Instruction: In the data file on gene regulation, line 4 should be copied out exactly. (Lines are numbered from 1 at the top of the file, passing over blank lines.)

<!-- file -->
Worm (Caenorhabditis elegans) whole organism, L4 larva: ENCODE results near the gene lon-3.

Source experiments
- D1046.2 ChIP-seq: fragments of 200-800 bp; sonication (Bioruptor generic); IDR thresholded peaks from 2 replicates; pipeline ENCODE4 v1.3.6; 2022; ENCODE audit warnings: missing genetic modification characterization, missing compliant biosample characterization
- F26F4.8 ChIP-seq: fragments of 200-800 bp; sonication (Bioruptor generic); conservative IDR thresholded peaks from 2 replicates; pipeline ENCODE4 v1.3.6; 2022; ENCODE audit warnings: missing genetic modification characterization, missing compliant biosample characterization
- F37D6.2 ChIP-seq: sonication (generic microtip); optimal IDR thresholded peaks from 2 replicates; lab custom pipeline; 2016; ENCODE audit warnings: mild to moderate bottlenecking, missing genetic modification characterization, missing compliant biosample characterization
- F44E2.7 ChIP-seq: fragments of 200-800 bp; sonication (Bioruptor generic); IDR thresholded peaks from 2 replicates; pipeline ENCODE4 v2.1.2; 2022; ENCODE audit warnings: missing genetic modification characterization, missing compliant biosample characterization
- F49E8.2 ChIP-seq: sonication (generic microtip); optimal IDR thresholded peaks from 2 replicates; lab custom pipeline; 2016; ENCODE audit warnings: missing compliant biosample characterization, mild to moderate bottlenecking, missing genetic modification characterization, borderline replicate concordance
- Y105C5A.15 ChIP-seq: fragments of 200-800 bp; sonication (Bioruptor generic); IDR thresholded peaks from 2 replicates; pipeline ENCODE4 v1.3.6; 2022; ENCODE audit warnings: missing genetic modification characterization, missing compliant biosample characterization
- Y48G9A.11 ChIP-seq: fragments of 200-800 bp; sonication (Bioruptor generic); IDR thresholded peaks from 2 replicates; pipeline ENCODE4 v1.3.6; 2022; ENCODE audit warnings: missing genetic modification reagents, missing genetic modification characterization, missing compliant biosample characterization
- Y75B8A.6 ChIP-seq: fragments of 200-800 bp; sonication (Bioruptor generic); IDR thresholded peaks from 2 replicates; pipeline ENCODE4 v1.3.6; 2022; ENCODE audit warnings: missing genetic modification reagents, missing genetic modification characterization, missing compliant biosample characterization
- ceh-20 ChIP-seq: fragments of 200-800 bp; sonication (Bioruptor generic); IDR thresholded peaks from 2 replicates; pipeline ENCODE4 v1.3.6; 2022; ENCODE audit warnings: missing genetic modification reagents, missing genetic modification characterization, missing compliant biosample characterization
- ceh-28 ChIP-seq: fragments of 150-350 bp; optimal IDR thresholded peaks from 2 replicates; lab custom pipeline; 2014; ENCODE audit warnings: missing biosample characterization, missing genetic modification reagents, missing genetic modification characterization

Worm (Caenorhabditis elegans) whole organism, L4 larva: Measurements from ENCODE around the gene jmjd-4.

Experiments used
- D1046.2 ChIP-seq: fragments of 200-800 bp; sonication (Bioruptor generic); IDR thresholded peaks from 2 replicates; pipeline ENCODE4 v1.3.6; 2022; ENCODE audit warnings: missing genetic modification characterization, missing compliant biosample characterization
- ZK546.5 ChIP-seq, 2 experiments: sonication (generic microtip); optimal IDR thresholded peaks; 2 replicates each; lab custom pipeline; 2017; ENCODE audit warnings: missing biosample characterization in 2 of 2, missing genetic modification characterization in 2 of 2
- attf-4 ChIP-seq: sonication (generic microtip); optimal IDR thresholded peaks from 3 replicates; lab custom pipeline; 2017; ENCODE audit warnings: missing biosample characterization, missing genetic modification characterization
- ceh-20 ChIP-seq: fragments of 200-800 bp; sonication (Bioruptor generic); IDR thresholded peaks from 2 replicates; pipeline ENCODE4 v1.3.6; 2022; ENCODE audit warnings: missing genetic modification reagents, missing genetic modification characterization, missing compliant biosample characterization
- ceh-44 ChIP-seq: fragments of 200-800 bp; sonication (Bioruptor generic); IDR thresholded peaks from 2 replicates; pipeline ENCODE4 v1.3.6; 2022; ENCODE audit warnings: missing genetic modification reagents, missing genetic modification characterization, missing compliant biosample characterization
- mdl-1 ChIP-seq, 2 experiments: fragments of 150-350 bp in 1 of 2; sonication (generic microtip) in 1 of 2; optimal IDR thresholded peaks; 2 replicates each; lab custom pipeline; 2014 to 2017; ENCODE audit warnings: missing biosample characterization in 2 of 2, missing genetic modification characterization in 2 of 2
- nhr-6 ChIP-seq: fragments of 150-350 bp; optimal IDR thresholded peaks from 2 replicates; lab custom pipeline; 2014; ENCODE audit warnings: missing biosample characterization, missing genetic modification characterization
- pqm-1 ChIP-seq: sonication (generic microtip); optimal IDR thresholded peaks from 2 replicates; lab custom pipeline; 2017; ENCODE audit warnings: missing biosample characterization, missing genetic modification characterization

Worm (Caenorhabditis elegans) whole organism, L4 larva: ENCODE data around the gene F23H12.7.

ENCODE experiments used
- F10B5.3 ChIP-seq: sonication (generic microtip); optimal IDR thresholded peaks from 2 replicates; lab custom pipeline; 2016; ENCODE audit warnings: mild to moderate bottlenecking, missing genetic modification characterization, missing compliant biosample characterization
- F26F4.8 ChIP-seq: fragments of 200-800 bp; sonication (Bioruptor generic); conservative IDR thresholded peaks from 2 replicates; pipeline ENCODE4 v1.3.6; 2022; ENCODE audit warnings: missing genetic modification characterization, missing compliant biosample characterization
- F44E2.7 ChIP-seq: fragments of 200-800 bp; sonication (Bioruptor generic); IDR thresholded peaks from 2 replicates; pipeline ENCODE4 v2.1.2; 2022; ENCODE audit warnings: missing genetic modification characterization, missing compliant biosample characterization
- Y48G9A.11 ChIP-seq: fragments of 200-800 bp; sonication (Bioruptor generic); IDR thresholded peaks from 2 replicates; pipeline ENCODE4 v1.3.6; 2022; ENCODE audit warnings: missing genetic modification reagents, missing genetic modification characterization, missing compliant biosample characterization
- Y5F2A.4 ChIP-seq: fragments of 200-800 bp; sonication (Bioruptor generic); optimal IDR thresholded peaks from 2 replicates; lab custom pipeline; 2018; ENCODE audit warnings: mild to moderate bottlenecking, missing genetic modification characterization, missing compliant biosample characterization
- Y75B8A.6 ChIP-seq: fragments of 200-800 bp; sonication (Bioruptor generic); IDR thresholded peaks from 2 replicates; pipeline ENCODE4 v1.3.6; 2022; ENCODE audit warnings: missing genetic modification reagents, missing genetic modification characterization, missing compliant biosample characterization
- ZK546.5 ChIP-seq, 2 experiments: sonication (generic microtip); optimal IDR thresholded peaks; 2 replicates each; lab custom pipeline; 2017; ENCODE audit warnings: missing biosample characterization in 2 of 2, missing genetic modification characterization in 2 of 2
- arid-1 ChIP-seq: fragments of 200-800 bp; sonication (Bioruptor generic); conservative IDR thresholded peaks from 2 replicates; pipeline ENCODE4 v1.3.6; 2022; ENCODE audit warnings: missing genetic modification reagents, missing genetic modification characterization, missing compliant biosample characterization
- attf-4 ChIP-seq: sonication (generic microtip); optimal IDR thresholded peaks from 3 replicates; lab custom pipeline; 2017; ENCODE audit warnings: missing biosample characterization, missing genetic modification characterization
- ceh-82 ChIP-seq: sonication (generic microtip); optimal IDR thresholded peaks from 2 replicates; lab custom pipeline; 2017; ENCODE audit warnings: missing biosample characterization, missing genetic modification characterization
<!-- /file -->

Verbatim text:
- F26F4.8 ChIP-seq: fragments of 200-800 bp; sonication (Bioruptor generic); conservative IDR thresholded peaks from 2 replicates; pipeline ENCODE4 v1.3.6; 2022; ENCODE audit warnings: missing genetic modification characterization, missing compliant biosample characterization